Seen in Jeonju

Fly, Penguin (2009)

28th July 2010

fly penguinFly, Penguin was my favorite film from 2009 and it was recently released on dvd. My copy arrived yesterday along with The Man Next Door, Runaways From Home, Actresses and Boat, all from 2009 (bringing my total number of dvds of Korean movies to 526). I had been waiting for Fly Penguin for a long time and I had recommended it to many people. I was a little concerned when the promotional material I received advertising the dvd release did not list subtitles of any kind on it. Usually though, when a disk has no subs, that fact is mentioned. In this case, there was just an empty space where the subtitles information should be. As it turns out, this was just a typo or an oversight.  I am happy to say that this dvd has subtitles in Korean and English so, hopefully, it will be enjoyed by a wide audience.

Fly, Penguin is directed by Im Soon-rye and is more similar in feeling to her earlier works The Weight of Her and Three Friends than her popular movie Forever the Moment in that it highlights social problems in a lightly humerous, non-preachy manner. This film is an omnibus where  the characters of each storyline are related to each other through either family ties or their jobs.

The first story looks at a mother, dubbed a ‘helicopter mother’ because she is constantly hovering over her son. She wants her son to excel at school, as all mothers do, but she goes too far and gives the boy no time to enjoy his childhood. She is especially determined that he will master English even though he has no interest or special ability in the subject. She takes him to those ‘English Villages’ where students are forced to pretend they are entering a foreign country and speak only English, enrolls him in a ‘Taeglish’ academy–on top of his art instititute, but pulling him from ballet classes, arranges an English tutor for him and English telephone practice. She fails to notice that her son is withdrawing into himself and that her constant nagging and cajoling is leading him down a dangerous path unless someone is able to intervine on the boy’s behalf…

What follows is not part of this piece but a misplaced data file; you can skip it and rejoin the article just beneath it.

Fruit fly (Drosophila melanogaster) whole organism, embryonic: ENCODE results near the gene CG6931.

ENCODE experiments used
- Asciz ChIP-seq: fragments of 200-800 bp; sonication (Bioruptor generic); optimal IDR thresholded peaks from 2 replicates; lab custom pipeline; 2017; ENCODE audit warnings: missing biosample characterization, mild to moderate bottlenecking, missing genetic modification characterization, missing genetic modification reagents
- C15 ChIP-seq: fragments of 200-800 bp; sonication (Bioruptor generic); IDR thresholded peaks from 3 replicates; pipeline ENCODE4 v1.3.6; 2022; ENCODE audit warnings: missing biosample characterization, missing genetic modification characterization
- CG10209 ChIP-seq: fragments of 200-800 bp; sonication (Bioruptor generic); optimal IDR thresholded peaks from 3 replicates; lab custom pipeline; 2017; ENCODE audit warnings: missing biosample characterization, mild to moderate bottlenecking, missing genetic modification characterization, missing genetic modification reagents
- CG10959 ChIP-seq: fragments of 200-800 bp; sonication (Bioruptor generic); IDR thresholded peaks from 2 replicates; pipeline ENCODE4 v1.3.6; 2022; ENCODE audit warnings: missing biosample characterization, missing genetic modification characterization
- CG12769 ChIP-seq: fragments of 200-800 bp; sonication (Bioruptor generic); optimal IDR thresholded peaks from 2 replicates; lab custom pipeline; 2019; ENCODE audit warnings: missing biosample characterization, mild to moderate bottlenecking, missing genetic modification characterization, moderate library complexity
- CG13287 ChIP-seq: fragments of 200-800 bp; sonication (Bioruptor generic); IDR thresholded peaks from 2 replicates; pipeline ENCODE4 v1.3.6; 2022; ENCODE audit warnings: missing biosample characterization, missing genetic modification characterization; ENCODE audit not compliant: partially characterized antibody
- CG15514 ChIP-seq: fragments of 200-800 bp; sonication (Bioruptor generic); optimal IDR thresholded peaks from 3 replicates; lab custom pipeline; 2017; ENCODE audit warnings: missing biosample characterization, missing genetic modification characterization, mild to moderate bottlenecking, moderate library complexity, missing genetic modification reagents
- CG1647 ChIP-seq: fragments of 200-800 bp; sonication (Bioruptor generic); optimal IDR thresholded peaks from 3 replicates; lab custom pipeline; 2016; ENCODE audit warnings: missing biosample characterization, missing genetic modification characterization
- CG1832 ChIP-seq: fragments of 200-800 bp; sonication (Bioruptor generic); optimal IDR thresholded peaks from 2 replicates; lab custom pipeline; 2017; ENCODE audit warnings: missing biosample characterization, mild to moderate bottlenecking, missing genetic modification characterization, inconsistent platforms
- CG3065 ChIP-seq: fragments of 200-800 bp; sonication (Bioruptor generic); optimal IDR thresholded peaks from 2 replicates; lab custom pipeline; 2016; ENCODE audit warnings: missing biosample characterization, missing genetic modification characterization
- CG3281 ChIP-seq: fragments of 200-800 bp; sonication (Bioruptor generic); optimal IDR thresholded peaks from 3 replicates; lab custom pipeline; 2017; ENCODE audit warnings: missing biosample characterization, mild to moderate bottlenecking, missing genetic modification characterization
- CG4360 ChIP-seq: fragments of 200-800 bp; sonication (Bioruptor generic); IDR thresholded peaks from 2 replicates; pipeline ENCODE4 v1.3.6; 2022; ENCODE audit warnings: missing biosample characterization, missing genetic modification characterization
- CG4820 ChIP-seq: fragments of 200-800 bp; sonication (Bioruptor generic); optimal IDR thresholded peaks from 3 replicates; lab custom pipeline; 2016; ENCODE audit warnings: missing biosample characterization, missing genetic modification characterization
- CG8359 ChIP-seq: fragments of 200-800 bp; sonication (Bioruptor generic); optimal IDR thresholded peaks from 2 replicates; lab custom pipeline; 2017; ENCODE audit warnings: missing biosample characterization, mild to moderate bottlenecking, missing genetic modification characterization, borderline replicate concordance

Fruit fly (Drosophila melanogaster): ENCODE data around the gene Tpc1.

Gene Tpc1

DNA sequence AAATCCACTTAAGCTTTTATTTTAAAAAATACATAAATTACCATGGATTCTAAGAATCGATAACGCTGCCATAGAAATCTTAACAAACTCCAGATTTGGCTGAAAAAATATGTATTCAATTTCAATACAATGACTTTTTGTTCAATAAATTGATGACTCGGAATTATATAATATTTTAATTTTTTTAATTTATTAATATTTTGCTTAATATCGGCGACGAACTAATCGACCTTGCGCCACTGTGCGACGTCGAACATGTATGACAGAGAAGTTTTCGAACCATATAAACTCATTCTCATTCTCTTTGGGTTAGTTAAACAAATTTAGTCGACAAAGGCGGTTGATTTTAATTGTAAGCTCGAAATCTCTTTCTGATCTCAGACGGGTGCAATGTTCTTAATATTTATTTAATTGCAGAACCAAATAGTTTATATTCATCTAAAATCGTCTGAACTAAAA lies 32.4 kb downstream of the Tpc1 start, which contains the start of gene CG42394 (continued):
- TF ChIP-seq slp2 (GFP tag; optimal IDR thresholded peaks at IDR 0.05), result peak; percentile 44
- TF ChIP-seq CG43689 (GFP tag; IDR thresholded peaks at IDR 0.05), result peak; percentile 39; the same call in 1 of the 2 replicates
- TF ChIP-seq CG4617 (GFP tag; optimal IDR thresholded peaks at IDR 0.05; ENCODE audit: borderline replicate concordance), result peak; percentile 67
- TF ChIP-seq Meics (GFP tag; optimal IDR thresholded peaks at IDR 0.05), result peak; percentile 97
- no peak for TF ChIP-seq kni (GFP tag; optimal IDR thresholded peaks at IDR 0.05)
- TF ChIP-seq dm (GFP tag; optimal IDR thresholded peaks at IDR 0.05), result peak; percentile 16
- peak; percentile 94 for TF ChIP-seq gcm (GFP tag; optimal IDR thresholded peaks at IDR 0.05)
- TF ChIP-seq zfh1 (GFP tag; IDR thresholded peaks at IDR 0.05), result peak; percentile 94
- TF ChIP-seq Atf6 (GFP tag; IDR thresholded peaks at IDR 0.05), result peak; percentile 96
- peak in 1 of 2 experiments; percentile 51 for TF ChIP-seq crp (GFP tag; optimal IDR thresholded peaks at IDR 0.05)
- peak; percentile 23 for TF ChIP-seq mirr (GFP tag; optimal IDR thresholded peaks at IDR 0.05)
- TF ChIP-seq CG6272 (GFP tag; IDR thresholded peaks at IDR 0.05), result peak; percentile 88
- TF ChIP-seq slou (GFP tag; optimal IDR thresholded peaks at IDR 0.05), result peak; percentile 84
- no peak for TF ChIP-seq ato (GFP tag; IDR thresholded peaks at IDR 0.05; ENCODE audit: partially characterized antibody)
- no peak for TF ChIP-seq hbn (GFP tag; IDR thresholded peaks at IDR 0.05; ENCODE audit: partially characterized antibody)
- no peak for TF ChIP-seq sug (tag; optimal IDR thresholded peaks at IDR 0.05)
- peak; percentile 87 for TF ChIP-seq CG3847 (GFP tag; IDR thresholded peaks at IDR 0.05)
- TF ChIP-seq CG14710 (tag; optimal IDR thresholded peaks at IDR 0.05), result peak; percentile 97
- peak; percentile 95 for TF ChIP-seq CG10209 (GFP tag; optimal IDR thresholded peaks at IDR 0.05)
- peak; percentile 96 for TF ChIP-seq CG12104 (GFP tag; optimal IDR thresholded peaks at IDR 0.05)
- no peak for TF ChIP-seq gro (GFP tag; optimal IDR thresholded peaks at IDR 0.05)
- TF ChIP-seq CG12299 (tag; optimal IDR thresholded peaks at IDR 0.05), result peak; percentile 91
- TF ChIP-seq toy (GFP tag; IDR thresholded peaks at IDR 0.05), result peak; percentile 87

The second story takes place at the mother’s place of work which has just hired two new employees. Although everyone is excited to meet them at first, their individual mannerisms make it difficult for them to fit in and they soon, in their own ways become the subject of office gossip. 

One of the new employees has limitations on what he can eat and drink. This makes life very difficult for him as the boss of the company is constantly pushing his workers to accompany him to lunch, dinner and after dinner drinks. The boss is the subject of the third story. His wife and two children have been living overseas. This is not an uncommon practice in Korea among people who can afford it. The children attend high school in the foreign country, often living with the mother there, while the father stays in Korea and makes money–These fathers are often called ‘Geese Fathers’ as they must migrate back and forth to see their children. The father in this segment is where the title of the film comes from.  One of the office workers makes a pun about Geese Fathers saying that dads who can make the trip often should be called Eagle Fathers while those who can’t afford to travel should be called Penguin Fathers. In the case of the father in this part of the movie, his wife and children plan to spend summer vacation in Korea, but when they arrive after four years of living overseas, he realizes they are not the same people he used to know.

In the final story, we meet the boss’ parents. They seem to live comfortably in a good sized house but, after retiring, the old man shows no interest in going out. He constantly complains that his wife shows no signs of slowing down. She takes dancing lessons at the community center, attends concerts and has even learned to drive in her old age. This infuriates him as he expects her to wait on him hand and foot, but it is not until she brings up the word ‘divorce’ that he begins to realize how much he has to lose.

Im cares about all her characters and makes each one of them real. Even those whom we are clearly not meant to like, such as the boss’ wife, are handled with a gentle sensitivity and, whether we agree with them or not, have good motives to their actions. Again, if you like quiet, character-driven dramas, I am sure you will love this movie. I can confidently recommend this movie.

One Response to “Fly, Penguin (2009)”

  1. Justin Says:

    I agree with you Tom. I haven’t seen many Korean films, but after seeing it at the JIFF it instantly became a favorite. It touches upon a lot of the issues that plague the “new” Korea. Keep up the good blogging! You should link it to your social networking sites more often.